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Jayhawks have emphatic answer for Red Raiders' rise

3/9/2002

KANSAS CITY, Mo. (AP) -- Bob Knight didn't offer a complicated
explanation for his worst defeat in four years.

"It was very simple," he said. "We were beaten by a much
better team. We were tired from the beginning."

Drew Gooden had 16 points and 21 rebounds, and freshman Aaron
Miles had 15 assists as No. 1 Kansas dominated from the start and
beat Knight's resurgent Texas Tech 90-50 in the semifinals of the
Big 12 tourney Saturday.

Gooden's rebounds and Miles' assists were tournament records.

It was the biggest margin of defeat for a Knight-coached team
since Indiana lost to Michigan 112-64 in February 1998.

"We could have let down," said Gooden, who by halftime already
had his 21st double-double of the season. "But I've never won a
tournament championship here and I want to win it all."

The Jayhawks (29-2) were up 83-35 with about 7 minutes left --
their biggest lead -- when coach Roy Williams pulled most of his
starters.

Kansas has won 15 straight games.

"Needless to say, we played very well," said Williams, who
improved to 7-1 against Knight. "This was Tech's third game in the
past three days and I think the fatigue factor just caught up with
them. We were still pretty fresh, and everything turned positive
for us, and everything turned negative for them."

Texas Tech (23-8) made only 19 of 70 shots. Andre Emmett and
Andy Ellis -- the Red Raiders' leading scorers throughout this
turnaround season -- were a combined 0-of-15 from the field and both
went scoreless.

Typical of the Jayhawks' dominance was a play midway through the
second half. Gooden rebounded a Tech miss and dished off to Miles,
who threw a nearly full-court pass to Nick Collison, who dunked for
a 75-30 lead.

A moment later, Kansas' Kirk Hinrich hit an uncontested
3-pointer.

The Jayhawks, the nation's highest-scoring team, seized a 25-9
lead by hitting 11 of their first 14 shots.

"You've really got to work and work against Kansas," Knight
said. "You become concerned about stopping their break. Then
you're concerned about stopping the post scoring, and you forget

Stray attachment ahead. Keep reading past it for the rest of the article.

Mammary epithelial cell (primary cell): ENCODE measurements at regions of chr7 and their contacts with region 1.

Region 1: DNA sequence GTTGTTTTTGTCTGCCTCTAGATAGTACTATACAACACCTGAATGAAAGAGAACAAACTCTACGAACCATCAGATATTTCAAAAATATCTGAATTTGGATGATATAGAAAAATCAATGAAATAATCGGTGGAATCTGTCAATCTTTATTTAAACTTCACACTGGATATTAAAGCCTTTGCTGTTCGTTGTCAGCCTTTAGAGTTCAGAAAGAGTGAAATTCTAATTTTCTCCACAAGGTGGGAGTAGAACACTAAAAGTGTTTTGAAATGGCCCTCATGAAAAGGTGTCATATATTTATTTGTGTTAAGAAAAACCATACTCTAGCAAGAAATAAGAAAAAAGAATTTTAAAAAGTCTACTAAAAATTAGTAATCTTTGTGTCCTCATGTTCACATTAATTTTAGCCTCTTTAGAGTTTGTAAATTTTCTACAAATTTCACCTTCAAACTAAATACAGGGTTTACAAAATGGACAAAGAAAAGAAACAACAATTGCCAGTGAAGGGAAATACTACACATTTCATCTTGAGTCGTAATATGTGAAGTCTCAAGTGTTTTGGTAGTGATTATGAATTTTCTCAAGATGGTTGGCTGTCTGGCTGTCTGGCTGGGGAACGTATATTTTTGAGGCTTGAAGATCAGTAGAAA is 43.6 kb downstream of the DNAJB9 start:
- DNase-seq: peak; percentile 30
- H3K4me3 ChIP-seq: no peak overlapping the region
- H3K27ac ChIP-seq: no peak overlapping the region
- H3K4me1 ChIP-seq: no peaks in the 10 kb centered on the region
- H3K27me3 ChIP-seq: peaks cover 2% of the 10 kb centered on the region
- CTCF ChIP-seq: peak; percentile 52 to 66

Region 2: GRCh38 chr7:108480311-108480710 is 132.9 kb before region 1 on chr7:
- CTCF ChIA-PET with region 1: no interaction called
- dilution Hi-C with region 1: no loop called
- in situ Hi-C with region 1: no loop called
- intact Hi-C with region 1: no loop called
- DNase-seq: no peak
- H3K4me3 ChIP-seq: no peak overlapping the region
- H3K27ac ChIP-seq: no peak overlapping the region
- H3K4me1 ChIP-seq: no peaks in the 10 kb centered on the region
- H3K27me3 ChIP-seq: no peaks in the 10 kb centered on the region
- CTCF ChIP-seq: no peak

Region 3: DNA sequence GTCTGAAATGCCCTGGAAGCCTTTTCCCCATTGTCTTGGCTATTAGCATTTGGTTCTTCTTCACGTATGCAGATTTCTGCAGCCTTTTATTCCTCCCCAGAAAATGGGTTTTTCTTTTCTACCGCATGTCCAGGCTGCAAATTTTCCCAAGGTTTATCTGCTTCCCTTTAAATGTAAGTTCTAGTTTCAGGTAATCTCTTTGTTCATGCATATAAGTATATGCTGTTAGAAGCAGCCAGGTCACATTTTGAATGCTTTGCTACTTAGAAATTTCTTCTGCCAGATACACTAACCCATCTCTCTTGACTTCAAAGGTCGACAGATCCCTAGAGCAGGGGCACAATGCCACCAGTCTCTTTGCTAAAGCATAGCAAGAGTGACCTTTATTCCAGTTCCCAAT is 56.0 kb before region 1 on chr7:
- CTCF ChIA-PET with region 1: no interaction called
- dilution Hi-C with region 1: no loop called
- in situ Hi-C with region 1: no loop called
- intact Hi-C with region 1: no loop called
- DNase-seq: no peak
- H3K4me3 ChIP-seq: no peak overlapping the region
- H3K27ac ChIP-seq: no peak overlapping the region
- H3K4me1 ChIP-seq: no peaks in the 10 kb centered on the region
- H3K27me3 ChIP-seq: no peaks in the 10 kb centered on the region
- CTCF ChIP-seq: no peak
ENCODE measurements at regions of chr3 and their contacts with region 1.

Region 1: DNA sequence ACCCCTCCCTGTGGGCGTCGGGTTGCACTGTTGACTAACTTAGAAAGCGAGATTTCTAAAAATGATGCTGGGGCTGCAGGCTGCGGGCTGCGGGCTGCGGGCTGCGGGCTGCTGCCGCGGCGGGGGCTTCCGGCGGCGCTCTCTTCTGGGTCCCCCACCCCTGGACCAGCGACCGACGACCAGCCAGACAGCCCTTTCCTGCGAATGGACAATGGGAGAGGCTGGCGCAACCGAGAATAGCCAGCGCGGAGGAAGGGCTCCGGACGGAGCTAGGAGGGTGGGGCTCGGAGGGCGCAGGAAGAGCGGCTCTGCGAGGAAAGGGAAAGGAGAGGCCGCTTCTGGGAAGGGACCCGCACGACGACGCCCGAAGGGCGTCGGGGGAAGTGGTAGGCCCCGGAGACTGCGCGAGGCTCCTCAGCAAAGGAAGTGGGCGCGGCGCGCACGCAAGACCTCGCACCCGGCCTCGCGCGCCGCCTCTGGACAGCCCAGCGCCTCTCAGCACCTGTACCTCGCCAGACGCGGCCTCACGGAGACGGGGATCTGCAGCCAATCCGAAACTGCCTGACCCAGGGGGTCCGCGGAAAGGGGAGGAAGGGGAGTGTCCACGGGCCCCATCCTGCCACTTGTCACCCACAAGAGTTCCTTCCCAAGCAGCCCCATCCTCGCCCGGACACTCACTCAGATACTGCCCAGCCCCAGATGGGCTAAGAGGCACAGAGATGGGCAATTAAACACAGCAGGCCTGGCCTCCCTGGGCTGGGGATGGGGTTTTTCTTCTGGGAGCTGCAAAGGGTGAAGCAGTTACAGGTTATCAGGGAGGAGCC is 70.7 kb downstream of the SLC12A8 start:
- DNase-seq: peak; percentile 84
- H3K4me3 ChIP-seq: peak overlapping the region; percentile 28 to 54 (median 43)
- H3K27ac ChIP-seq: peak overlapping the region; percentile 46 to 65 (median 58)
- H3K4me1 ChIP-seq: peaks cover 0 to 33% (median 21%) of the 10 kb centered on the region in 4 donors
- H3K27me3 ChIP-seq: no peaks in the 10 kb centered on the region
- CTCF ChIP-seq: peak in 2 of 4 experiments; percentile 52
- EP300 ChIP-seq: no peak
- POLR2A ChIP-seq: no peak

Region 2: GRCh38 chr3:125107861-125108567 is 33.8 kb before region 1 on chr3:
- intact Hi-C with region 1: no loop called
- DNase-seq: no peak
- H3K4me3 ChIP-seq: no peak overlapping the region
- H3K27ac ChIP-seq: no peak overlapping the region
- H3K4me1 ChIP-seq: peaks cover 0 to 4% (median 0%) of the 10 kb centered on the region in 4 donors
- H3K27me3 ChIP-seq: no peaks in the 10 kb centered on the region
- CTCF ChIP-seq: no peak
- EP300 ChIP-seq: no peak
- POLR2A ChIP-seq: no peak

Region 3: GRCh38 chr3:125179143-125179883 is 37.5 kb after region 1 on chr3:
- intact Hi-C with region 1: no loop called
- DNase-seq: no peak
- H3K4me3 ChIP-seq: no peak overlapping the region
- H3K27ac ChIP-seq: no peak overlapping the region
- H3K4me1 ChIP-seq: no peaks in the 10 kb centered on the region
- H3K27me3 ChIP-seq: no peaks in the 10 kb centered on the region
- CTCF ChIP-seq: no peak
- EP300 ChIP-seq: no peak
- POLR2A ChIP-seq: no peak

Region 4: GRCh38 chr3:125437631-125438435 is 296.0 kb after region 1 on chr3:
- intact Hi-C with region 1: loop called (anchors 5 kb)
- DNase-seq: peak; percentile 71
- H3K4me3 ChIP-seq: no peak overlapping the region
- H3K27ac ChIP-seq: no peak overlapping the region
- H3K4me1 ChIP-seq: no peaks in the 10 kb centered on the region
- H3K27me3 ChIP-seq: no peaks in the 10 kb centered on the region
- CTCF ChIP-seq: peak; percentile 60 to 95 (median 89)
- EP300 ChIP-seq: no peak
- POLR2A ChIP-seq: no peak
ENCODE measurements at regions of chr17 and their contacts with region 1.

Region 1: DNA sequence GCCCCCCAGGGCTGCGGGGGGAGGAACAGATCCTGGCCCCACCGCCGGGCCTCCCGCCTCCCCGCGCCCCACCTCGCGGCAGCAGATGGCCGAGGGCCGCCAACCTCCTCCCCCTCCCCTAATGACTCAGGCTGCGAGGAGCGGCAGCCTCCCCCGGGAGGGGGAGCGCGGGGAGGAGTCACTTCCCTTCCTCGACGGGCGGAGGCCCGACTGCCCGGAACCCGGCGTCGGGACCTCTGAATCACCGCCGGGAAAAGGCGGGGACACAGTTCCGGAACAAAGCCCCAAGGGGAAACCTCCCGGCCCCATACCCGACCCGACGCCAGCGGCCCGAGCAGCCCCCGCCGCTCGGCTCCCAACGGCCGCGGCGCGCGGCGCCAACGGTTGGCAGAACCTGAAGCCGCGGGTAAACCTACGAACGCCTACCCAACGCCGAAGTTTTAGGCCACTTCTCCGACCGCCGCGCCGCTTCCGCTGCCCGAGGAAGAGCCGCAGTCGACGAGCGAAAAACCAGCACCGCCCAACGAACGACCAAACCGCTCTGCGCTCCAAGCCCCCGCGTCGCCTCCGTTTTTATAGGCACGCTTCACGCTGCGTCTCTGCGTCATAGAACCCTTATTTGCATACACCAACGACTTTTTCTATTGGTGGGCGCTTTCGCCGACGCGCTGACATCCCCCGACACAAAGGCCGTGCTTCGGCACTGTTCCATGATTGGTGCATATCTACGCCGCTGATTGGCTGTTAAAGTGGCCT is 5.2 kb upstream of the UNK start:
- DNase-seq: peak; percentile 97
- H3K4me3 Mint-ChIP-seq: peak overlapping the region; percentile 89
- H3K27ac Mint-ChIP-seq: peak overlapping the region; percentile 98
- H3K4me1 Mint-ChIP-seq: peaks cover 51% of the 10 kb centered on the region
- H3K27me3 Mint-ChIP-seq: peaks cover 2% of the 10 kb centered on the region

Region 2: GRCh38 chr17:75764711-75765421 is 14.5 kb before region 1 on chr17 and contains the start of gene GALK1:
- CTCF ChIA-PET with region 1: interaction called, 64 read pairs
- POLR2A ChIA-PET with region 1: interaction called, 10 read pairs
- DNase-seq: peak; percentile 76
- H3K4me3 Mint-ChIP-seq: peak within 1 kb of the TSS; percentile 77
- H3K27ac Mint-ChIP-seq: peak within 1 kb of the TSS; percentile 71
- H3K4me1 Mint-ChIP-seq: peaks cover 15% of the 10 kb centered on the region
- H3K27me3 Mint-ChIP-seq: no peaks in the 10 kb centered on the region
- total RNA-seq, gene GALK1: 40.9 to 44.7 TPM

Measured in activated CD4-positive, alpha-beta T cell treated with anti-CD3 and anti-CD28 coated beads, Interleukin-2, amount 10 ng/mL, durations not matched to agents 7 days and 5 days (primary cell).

about the emphasis you have to put on movement to get open. They're
the best team we've faced this year."

Nothing Knight's team tried seemed to work. Hinrich stole an
inbounds pass under Kansas' basket and made a nifty bounce pass to
Wayne Simien for an uncontested layup and a 27-11 lead.

Then the rout really got started. After Kasib Powell's 12-footer
cut the lead to 27-13 with 9:58 left, the Jayhawks went on a 13-0
run and held the Red Raiders scoreless for almost 5 minutes.

"We knew we had to play almost a perfect game to beat Kansas,"
Ellis said. "We didn't, and they beat us pretty good."

Tech won a total of nine games last season and had just one
conference tournament victory in five years before beating Texas
A&M and 14th-ranked Oklahoma State this week.

"I don't think this is at all discouraging for us," said
Powell, who had nine points for Tech.

"We just have to put this behind us. It's a big accomplishment,
what we've done. A lot of people didn't think we'd come as far as
we did. But we proved them wrong."

Even when Tech did something right, it didn't work. At one
juncture, Ellis was entirely free under the basket. But he fumbled
the ball, and Gooden scooped it off the floor and tossed to Hinrich
streaking down court. Fouled on the attempted layup, Hinrich hit
both free throws.

A moment later, Simien blocked a Tech shot and Hinrich made one
of the Jayhawks' eight 3-pointers.

Hinrich had 17 points for the Jayhawks, while Miles had 15,
Collison 14 and Keith Langford 10.

Pawal Storozynski led Tech with 14 points.